Vector Space

Before giving the formal definition of an abstract vector space we define what is known as an external composition in one set over another. We have already define a binary composition in a set A as a mapping of A \times A to A. This may be referred to as an internal composition in A. Let now A and B be two non-empty sets. Then a mapping f:A \times B \to B is called an external composition in B over A.

Definition: Let \left( {F, + , \times } \right) be a field. Then a set V is called a vector space over the field F, if V is an abelian group under an operation which is denoted by  + , and if for every a \in F, u \in V there is defined an element au in V such that

(i) a\left( {u + v} \right) = au + av, for all a \in F, u,v \in V.

(ii) \left( {a + b} \right)u = au + bu, for all a,b \in F, u \in V.

(iii) a\left( {bu} \right) = \left( {ab} \right)u, for all a,b \in F, u \in V.

(iv) 1 \cdot u = u \cdot 1 represents the unity element of F under multiplication.

The following notations will be constantly used in the forthcoming tutorials.

(1) Generally F will be field whose elements shall often be referred to as scalars.

(2) V will denote vector space over F whose elements shall be called as vectors.

Thus to test that V is a vector space over F, the following axioms should be satisfied:

(V1): \left( {V, + } \right) is an ableian group.

(V2): Scalar multiplication is distributive over addition in V, i.e. a\left( {u + v} \right) = au + av, for all a \in F, u,v \in V.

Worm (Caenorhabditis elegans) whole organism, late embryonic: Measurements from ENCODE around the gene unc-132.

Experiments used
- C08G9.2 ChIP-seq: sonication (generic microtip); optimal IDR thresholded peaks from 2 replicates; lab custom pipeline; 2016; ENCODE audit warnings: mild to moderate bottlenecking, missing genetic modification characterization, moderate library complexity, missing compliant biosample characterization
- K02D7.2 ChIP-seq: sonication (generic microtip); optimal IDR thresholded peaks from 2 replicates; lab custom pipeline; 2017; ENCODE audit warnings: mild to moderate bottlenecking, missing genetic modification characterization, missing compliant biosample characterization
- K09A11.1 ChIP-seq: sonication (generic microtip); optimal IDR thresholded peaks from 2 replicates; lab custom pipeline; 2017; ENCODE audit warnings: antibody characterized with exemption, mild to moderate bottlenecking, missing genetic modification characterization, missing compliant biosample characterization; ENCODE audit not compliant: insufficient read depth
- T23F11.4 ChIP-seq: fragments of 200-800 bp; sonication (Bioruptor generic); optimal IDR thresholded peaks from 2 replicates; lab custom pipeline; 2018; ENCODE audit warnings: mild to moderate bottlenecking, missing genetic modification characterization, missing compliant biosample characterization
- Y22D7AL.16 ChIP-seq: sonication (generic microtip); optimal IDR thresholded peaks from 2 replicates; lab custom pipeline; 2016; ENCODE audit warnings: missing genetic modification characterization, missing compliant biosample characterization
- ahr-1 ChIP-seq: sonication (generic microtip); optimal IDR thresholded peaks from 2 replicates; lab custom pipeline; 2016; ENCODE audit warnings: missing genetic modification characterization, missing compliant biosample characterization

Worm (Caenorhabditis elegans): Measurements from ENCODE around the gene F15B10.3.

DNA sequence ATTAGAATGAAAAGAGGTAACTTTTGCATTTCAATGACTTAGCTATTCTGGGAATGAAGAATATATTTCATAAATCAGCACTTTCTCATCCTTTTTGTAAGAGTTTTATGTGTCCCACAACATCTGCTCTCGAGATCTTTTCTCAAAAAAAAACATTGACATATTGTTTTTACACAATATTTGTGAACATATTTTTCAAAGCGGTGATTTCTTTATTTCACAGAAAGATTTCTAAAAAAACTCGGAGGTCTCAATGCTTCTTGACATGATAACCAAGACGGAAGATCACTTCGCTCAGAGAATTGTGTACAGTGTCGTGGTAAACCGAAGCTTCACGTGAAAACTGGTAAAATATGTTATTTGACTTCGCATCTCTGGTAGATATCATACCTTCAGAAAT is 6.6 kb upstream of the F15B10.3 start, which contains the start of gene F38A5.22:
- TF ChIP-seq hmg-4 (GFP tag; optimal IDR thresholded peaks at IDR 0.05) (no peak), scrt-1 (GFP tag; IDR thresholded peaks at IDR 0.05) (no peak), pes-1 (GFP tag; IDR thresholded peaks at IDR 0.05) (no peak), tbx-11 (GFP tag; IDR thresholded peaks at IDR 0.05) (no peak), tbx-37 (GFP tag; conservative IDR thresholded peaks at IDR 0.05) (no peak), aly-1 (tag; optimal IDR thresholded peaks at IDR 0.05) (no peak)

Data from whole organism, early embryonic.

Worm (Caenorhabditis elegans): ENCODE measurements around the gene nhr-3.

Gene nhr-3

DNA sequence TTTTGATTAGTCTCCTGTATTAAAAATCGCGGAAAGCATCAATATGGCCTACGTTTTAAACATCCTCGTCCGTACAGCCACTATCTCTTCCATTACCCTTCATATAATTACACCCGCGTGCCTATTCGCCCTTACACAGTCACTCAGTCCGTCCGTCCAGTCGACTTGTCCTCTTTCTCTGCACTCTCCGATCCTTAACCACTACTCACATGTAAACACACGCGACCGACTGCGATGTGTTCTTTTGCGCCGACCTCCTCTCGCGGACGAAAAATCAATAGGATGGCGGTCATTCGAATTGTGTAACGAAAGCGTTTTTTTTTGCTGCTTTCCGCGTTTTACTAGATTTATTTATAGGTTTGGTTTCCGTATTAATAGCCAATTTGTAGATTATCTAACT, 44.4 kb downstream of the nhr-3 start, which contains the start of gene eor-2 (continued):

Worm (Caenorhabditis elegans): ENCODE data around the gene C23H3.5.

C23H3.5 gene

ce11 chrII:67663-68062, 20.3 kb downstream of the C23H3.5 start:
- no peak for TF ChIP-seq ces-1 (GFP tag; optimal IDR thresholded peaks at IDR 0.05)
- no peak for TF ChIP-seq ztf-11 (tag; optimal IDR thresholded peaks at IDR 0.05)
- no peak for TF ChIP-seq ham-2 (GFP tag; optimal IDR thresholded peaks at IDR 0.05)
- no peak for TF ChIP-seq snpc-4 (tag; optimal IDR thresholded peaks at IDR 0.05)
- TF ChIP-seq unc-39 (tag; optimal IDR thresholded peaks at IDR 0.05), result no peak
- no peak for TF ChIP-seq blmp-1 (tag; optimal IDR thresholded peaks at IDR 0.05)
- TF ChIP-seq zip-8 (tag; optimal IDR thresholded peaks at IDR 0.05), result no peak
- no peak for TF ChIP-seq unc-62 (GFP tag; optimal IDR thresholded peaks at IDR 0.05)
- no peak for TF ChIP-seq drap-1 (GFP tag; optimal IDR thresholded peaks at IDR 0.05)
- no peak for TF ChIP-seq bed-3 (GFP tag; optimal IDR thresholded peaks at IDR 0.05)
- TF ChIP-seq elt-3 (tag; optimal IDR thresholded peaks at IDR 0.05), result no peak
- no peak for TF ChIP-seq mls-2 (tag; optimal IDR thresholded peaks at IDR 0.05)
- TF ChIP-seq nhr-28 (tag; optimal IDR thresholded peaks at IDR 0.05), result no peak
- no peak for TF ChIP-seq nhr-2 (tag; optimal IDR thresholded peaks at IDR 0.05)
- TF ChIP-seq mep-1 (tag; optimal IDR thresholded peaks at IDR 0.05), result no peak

(V3): Distributive of scalar multiplication over addition in F, i.e. \left( {a + b} \right)u = au + bu, for all a,b \in F, u \in V.

(V4): Scalar multiplication is associative i.e. a\left( {bu} \right) = \left( {ab} \right)u, for all a,b \in F, u \in V.

(V5): Property of unity: Let 1 \in F be the unity of F, then 1 \cdot u = u \cdot 1 for all u \in V.

A vector space V over a field F is expressed by writing V\left( F \right). Sometimes writing only V is sufficient provided the context makes it clear that which field has been considered.

If the field is\mathbb{R}, the set of real numbers, then V is said to be real vector space. If the field is \mathbb{Q}, the set of rational numbers, then V  is said to be a rational vector space and if the field is \mathbb{C}, the set of complex numbers, V is called a complex vector space.